It’s quite remarkable how much the Iraq War has defined my generation and influenced the political views of both friend and foe.
With President Barack Obama’s gutsy announcement Friday that troops will be withdrawn by August 31, 2010, a little reflection is in order.
The first time I really remember asking any sort of tough question about the world in which we live came as I watched the assault on Baghdad, Iraq, of March 20, 2003.
“Why are we bombing Iraq?” I said between heated bouts of Tekken Tag Team.
Nearly six years later, it’s still a simple question for which I have yet to find a good answer.
Was it the weapons of mass destruction (come out, come out wherever you are)? Was it to unseat the tyrannical dictator Saddam Hussein (whoever put him in must be a big dumb dumb)?
What about spreading democracy (worked in Vietnam)? Osama Bin Laden (not in Iraq)? A modern day “crusade?” (Want a side of mobilized insurgency with your bad intelligence?)
To keep this in perspective, CSU’s non-failing senior graduating class were less than a month into the 9th grade when the World Trade Center towers were struck.
At this time and up until March 20, 2003, I was something of a nationalist and a conservative — a homophobe, a Young Marine color guard flank, a W. Bush supporter considering military service (came close once … well, never mind). Imagine that. I know I hardly can anymore.
I guess it’s just something about being lied to and witnessing the neocons’ systematic rape of everything I loved about our great nation that led me to become the unpatriotic dissenter whose columns you now have the great privilege of reading.
And I know I’m not the only one. The Democrats run the country now. Oh, snap!
But depending on the goal, perhaps, the Iraq War –/first “Operation Iraqi Freedom,” then “The Iraq Conflict,” then “The Occupation of Iraq,” and if you’re feeling saucy, “The Second Gulf War” — was a relative success.
If the goal was to fight fire with fire and publicly hang a nasty dictator: “Mission Accomplished.”
If the goal was to fart out a geopolitical, hegemonic nightmare for future presidents, legislators and generations to fix: “Mission Accomplished.”
But no one can argue that the Iraqi elections were pretty neat.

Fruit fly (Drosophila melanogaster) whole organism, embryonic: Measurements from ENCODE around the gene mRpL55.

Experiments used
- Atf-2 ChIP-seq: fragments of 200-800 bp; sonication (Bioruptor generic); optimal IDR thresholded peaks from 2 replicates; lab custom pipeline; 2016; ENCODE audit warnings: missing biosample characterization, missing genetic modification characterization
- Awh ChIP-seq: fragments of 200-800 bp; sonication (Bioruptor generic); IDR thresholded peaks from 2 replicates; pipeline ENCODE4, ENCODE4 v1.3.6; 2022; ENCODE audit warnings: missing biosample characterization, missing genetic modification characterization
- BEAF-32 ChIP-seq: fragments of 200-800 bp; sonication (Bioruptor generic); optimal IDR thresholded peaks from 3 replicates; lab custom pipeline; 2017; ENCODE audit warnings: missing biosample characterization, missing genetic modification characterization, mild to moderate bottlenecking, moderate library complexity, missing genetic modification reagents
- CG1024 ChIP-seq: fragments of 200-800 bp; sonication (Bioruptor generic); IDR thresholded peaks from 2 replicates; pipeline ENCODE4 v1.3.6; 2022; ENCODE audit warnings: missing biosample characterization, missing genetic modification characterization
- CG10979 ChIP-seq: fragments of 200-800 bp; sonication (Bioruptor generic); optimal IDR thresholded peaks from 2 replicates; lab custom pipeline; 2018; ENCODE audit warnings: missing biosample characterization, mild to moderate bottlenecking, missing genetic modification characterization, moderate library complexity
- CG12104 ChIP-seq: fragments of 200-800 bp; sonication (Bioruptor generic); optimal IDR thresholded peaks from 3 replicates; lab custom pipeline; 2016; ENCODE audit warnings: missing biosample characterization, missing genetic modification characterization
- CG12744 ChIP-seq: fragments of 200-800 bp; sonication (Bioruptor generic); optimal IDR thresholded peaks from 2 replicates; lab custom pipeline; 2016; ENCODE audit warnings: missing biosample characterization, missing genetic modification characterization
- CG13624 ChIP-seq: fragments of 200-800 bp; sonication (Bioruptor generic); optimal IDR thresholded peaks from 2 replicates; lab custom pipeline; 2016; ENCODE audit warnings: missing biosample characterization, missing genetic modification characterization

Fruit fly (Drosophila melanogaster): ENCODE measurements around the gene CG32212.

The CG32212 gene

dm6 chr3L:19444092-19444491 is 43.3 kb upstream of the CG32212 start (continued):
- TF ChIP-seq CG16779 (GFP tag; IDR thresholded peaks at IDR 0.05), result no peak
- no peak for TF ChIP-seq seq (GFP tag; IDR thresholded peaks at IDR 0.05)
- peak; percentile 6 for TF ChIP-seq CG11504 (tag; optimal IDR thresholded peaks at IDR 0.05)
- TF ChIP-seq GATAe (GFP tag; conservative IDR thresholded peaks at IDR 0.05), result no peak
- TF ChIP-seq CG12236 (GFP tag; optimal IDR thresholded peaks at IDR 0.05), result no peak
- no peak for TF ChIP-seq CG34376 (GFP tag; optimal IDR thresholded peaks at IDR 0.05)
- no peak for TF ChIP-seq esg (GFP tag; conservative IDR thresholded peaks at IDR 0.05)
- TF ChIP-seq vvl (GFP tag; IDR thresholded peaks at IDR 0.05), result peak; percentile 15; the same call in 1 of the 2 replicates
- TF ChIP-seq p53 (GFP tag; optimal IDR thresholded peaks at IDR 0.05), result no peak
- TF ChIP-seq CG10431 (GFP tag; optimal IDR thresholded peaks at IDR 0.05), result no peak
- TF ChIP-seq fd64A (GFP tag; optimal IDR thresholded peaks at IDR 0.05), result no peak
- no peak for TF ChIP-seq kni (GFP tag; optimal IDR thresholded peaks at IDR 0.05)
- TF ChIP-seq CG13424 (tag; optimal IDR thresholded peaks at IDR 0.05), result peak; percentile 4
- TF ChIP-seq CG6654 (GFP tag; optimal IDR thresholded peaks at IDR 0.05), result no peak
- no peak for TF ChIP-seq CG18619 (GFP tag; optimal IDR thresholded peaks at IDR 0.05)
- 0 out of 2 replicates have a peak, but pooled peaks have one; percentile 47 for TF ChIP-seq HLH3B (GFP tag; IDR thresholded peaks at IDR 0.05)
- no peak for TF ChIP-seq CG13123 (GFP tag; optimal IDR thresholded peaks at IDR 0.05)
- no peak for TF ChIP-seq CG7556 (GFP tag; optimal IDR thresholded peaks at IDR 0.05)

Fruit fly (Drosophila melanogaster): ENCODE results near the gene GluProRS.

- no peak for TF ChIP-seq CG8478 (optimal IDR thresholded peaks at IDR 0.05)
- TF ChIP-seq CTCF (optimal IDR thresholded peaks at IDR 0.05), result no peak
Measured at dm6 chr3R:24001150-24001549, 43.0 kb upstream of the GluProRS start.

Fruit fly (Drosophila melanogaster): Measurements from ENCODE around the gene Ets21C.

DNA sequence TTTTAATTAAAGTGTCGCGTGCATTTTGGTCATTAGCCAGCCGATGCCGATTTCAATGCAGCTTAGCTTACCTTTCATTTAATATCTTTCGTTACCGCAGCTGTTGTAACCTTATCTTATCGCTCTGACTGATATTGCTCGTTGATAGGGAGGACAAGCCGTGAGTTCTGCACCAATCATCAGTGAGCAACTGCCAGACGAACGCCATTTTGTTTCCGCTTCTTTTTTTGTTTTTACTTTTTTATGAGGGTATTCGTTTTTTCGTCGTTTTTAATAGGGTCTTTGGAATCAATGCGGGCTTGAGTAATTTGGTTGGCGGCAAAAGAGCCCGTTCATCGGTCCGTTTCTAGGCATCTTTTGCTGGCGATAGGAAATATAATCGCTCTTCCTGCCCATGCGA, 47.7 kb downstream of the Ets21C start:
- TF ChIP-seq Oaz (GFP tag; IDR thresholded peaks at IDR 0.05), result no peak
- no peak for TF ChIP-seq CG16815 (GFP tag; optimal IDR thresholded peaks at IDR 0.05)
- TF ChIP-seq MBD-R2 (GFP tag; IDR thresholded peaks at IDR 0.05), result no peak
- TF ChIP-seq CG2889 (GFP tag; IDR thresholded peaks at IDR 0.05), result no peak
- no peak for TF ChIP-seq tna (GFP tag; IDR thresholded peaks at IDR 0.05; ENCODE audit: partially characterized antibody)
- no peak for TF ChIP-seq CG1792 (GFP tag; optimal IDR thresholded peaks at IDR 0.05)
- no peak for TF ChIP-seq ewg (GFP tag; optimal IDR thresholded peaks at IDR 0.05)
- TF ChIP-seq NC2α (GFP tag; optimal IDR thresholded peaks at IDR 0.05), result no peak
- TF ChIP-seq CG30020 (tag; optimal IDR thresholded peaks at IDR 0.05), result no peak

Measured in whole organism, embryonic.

Democracy: It spreads like butter . unless you’re a radical, asymmetric holy soldier. Then it’s like herpes. And the only prescription is more violence.
Amid all the questions and failures, though, the actual victims of the September 11, 2001 attacks have yet to be avenged.
Still, many U.S. citizens supported Bush and his war without question.
That’s just disgusting and heartbreaking.
But we’re still in Iraq fighting an unwinnable and ambiguous war. Our friends, siblings and even parents are being stop-lossed and duped by high-pressure recruiters (before the recession, they had the hardest job in the country — trust me).
Many of them will not come home.
And for what cause? Really, somebody tell me. And if the answer is that it was all to protect our freedom, my right to be a dissenter in such a free country, I suggest that individual reconsider the logic of occupying an entire country — the wrong country — without the support of our global friends for an attack on our symbolic buildings.
A select few threw stones at a giant to create disorder, chaos, retaliation and an aggressive and global display of power. They don’t need a country or an army when we are our own worst enemy. It’s eerie to think, but those planes were probably more symbolic than we could have known at the time.
We’re learning this now and at great cost.
But I’m sorry, dear reader. If you were looking for answers here, you will be disappointed. I might suggest some light reading, however.
I’d start with “If You Give Mouse a Cookie.”
Maybe next time we’ll ask a few more questions before we give that cookie away.
J. David McSwane is a senior journalism and technical communication major. His column appears Mondays in the Collegian. Letters and feedback can be sent to firstname.lastname@example.org.